Academy of Distinguished Alumni
Gregory B. Baecher Ph.D., N.A.E.
Inducted to the Academy of Distinguished Alumni on
Gregory B. Baecher received his B.S. (1968) degree in Civil Engineering from the University of California, Berkeley. He received an M.Sc. (1970) and Ph.D. (1972) in Civil Engineering from the Massachusetts Institute of Technology (MIT). Since 1995, he has been the G.L. Martin Institute Professor of Engineering at the University of Maryland, College Park (UMD), also serving as Chairman of the Department of Civil and Environmental Engineering (CEE) from 1995-2003. From 1976-1988, he moved up the ranks from Assistant Professor to Professor in Civil Engineering at MIT. Between his time at MIT and UMD, Professor Baecher co-founded and served as CEO of ConSolve, Inc., an information technology company focused on environmental visualization.
Professor Baecher pioneered the development of geotechnical risk and reliability methods for civil infrastructure affected by natural hazards, along with approaches to manage and mitigate those risks. He has developed a national and international reputation as an authority in applying these methods in the areas of geotechnical and water resources engineering. In recent years, much of his work has focused on dam safety and the response of levees to flooding, including actuarial issues related to flood insurance and insurance for other types of natural hazards. After Hurricane Katrina, he was named to the Interagency Performance Evaluation Taskforce (IPET) that performed the post-Katrina assessment for New Orleans. During his career, he has served on a number of U.S. National Research Council (NRC) committees and boards, including the Water Science and Technology Board, the Board on Earth Sciences and Resources, and the Board on Infrastructure and the Constructed Environment. He is co-author of several books, including Reliability and Statistics in Geotechnical Engineering and Risk and Uncertainty in Dam Safety.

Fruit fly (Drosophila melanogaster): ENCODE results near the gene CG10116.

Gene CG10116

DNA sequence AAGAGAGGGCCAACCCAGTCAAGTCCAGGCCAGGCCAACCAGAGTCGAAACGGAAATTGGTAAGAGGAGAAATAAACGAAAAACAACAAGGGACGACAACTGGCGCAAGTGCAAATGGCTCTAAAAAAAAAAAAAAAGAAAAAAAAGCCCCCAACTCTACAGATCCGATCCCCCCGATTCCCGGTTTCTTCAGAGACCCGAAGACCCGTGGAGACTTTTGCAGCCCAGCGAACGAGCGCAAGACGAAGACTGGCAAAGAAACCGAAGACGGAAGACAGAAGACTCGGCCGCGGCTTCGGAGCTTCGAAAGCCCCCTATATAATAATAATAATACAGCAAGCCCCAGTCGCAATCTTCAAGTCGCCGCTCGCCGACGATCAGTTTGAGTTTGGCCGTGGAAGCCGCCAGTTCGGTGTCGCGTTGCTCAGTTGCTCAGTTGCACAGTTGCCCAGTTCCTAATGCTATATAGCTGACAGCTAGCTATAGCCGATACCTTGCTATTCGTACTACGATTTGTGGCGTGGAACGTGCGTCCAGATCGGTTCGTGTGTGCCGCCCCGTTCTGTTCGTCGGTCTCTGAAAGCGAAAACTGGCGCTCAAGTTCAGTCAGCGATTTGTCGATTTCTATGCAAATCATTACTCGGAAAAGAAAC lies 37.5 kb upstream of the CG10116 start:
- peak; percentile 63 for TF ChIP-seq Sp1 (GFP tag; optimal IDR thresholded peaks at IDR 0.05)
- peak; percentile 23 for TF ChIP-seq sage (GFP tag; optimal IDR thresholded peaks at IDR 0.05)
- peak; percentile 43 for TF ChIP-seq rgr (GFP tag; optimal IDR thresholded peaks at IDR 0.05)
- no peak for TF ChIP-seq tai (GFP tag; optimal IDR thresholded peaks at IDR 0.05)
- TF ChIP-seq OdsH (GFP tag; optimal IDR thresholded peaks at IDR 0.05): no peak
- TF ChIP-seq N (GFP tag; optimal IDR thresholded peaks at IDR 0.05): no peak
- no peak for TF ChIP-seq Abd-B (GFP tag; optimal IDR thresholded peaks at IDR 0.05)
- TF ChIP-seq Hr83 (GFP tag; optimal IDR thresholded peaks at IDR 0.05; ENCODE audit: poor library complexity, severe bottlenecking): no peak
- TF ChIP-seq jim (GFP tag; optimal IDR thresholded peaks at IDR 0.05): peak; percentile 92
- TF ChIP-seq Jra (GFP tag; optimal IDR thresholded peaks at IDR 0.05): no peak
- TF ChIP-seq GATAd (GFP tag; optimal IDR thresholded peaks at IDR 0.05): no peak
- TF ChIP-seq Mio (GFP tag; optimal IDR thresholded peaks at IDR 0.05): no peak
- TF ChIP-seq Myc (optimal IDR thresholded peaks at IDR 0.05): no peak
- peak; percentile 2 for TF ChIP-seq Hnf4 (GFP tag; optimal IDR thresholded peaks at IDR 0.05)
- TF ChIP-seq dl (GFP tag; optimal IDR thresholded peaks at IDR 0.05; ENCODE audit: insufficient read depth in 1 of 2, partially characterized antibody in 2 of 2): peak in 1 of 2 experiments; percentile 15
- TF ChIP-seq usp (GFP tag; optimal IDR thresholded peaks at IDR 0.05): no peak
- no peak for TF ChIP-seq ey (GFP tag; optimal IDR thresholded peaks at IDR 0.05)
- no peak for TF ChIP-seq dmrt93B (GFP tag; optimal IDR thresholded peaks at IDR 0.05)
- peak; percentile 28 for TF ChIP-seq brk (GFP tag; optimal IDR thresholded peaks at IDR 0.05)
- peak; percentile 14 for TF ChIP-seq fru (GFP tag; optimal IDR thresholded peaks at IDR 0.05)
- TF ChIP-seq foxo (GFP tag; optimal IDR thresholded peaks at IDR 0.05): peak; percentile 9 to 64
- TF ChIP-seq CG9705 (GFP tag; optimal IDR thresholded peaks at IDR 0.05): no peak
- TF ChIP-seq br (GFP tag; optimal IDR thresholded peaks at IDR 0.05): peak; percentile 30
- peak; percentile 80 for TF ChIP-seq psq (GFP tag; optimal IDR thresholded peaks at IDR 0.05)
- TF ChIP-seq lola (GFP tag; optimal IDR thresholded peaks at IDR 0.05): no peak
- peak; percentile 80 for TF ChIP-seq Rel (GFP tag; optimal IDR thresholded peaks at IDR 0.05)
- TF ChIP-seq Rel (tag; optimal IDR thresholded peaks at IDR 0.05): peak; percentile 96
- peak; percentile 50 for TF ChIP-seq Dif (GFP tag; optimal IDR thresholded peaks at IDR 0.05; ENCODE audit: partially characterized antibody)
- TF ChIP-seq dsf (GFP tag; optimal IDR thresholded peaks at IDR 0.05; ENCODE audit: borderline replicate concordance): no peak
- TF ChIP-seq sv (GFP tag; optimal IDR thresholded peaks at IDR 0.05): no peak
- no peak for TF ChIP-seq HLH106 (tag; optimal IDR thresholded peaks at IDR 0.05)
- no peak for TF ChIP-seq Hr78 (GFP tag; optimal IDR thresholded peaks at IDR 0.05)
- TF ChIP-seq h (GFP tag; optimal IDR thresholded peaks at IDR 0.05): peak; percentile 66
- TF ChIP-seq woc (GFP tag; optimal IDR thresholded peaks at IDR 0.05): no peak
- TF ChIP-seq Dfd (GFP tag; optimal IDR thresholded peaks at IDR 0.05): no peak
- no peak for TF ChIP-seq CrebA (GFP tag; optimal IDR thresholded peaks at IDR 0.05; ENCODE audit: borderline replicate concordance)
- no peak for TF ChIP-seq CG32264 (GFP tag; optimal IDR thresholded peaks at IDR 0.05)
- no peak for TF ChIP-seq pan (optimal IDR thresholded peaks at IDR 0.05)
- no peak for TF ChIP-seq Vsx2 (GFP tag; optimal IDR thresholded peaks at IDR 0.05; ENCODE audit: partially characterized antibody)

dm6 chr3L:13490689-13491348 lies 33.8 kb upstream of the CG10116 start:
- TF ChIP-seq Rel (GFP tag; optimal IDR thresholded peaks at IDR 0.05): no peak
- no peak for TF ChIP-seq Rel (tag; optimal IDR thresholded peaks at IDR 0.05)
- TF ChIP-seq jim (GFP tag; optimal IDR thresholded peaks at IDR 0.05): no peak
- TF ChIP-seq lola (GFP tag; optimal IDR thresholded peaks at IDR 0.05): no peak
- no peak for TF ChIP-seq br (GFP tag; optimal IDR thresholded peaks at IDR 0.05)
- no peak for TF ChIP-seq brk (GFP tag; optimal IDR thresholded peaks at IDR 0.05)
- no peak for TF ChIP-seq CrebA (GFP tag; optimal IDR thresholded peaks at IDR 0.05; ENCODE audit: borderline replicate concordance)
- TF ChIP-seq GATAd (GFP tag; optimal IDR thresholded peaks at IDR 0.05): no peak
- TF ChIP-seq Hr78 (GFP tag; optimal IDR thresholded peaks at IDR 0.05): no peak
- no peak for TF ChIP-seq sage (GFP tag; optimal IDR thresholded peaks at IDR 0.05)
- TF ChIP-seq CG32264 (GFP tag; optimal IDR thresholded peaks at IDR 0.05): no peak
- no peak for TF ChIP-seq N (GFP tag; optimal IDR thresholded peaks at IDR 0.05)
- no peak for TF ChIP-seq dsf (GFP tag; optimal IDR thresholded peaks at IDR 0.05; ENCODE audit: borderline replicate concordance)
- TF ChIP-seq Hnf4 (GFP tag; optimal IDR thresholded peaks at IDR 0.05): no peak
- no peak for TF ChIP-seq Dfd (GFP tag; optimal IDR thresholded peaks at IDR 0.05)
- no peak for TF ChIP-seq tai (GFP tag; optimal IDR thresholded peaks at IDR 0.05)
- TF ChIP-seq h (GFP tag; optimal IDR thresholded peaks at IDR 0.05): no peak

In 2012, Professor Baecher received the Panamanian National Award for Science and Technology Innovation for his work on the Panama Canal. In 2007, he received the USACE Commander’s Award for Public Service for his work on the post-Katrina IPET. He was elected to the National Academy of Engineering in 2006 and received the Thomas A. Middlebrooks Award in 1996 and State-of-the-Art Award in 1991, both from the American Society of Civil Engineers.